“This test was a big success for JFWORX,” said 1st Lt. Tyler Despard, who designed the test. “Not only did we support EOD warfighters today, but also future strategy by developing a new tool for Arctic operations.”
 
This effort will be reviewed and adapted by the Joint Ordnance Technology Division at the Air Force Civil Engineer Center, who closely monitored this test, for inclusion in its operational publications.
 
This test contributes directly to ongoing efforts to posture the force for arctic operations, in accordance with the Department of the Air Force Arctic Strategy, by using the Air Force Research Laboratory’s science and technology enterprise. As part of this project, JFWORX connected with arctic experts at the University of Alaska Fairbanks to engage academic professionals for the benefit of explosive ordnance disposal operations.
 
As a result of the success of this initial collaboration, JFWORX and Iceman Spark have developed an ongoing partnership, thanks to the initial connection facilitated by AFWERX, and are now working together on several additional projects. This includes providing subject matter expert support to the Eielson perfluoroalkyl and polyfluoroalkyl (PFAS/PFOS) contamination cleanup effort. These substances — found in fire-fighting foam — are hazardous to both physical health and the environment. According to the EPA, PFAS/PFOS contaminants do not break down quickly and have been accumulating in the environment since the 1940s.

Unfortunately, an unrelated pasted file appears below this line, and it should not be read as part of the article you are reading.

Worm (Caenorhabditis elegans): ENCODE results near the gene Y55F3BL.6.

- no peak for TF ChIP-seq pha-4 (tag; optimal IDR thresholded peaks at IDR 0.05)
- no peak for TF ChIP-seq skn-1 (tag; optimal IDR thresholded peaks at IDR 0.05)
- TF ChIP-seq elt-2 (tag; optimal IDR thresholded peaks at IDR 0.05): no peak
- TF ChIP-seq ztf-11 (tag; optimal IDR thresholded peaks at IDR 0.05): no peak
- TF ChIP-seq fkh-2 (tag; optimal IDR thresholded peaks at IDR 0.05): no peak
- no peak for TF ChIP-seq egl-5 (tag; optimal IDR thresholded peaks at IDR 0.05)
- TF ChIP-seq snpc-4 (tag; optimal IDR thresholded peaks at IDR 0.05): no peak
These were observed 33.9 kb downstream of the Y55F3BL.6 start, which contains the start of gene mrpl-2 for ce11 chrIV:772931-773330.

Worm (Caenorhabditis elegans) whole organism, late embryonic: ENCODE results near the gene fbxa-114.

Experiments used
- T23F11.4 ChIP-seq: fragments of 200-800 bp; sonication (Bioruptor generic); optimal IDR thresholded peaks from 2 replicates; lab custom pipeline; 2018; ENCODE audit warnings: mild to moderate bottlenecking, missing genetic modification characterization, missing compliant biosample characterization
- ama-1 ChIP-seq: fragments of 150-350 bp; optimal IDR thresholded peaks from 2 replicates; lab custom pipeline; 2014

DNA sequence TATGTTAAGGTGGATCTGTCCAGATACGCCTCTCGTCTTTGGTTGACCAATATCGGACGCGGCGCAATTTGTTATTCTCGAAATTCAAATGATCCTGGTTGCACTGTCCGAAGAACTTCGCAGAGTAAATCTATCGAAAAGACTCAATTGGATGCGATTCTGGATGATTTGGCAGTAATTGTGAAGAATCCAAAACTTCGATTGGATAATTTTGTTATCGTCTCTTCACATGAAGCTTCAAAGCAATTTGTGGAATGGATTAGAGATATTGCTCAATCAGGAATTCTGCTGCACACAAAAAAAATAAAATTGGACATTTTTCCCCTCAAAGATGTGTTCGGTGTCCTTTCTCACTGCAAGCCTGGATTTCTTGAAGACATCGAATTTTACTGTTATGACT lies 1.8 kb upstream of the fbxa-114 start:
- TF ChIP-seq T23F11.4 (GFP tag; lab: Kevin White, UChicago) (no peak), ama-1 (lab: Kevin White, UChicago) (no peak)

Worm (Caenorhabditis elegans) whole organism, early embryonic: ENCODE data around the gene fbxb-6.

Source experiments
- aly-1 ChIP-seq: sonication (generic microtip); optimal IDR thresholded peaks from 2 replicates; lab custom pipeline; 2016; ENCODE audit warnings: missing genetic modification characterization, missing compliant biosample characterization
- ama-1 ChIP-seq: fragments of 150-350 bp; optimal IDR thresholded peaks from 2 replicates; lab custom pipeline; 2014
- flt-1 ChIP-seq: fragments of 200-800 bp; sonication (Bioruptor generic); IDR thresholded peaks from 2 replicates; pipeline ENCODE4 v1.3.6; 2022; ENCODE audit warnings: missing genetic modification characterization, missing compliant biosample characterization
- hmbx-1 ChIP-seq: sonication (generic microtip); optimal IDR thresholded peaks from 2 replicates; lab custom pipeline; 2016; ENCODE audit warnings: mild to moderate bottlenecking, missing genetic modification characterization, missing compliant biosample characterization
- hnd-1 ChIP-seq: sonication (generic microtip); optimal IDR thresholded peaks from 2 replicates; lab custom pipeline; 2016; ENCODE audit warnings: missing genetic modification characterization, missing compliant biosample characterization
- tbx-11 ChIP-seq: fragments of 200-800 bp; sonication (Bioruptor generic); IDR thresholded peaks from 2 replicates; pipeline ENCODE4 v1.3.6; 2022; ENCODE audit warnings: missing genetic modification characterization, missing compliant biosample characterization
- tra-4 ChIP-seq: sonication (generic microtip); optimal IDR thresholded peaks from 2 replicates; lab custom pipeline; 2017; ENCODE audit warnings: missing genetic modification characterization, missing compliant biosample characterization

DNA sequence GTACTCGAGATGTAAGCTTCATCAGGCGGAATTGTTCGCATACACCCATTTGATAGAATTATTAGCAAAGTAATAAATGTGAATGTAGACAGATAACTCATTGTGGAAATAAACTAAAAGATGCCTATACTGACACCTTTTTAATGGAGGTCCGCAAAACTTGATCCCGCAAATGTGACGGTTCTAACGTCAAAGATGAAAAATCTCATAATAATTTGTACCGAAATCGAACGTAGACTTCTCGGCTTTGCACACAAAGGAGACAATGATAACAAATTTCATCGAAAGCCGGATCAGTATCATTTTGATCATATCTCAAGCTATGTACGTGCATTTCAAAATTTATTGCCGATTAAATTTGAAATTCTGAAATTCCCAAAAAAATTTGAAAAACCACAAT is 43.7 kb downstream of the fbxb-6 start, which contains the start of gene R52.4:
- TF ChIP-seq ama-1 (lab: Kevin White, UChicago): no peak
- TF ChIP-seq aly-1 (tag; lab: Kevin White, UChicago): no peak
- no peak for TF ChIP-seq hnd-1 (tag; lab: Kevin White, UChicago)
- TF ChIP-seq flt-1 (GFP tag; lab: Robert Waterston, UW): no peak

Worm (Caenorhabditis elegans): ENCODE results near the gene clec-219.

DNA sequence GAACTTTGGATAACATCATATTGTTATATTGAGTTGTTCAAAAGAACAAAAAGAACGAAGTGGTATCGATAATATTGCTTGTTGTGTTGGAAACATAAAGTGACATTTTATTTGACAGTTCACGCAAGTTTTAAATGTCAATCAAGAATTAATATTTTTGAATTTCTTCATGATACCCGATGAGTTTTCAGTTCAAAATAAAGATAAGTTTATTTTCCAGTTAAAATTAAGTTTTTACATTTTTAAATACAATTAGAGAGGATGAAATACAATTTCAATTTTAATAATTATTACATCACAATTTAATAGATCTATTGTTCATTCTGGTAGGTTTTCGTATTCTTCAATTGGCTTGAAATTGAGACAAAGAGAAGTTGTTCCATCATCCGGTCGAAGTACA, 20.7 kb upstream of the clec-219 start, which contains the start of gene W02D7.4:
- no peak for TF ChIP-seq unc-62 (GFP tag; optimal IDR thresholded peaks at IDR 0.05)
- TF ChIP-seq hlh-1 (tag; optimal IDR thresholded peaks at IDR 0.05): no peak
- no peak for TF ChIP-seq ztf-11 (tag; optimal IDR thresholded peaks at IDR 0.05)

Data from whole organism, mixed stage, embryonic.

“With our continued efforts and collaboration, we will be able to better our junior force scientists, engineers, and program managers through solving real Air Force problems with the operational community,” said 1st Lt. Alex Compean.
 
About AFRL

The Air Force Research Laboratory is the primary scientific research and development center for the Air Force and the Space Force. AFRL plays an integral role in leading the discovery, development and integration of affordable warfighting technologies for our air, space and cyberspace force. With a workforce of more than 11,000 across nine technology areas and 40 other operations across the globe, AFRL provides a diverse portfolio of science and technology ranging from fundamental to advanced research and technology development. For more information, visit: www.afresearchlab.com.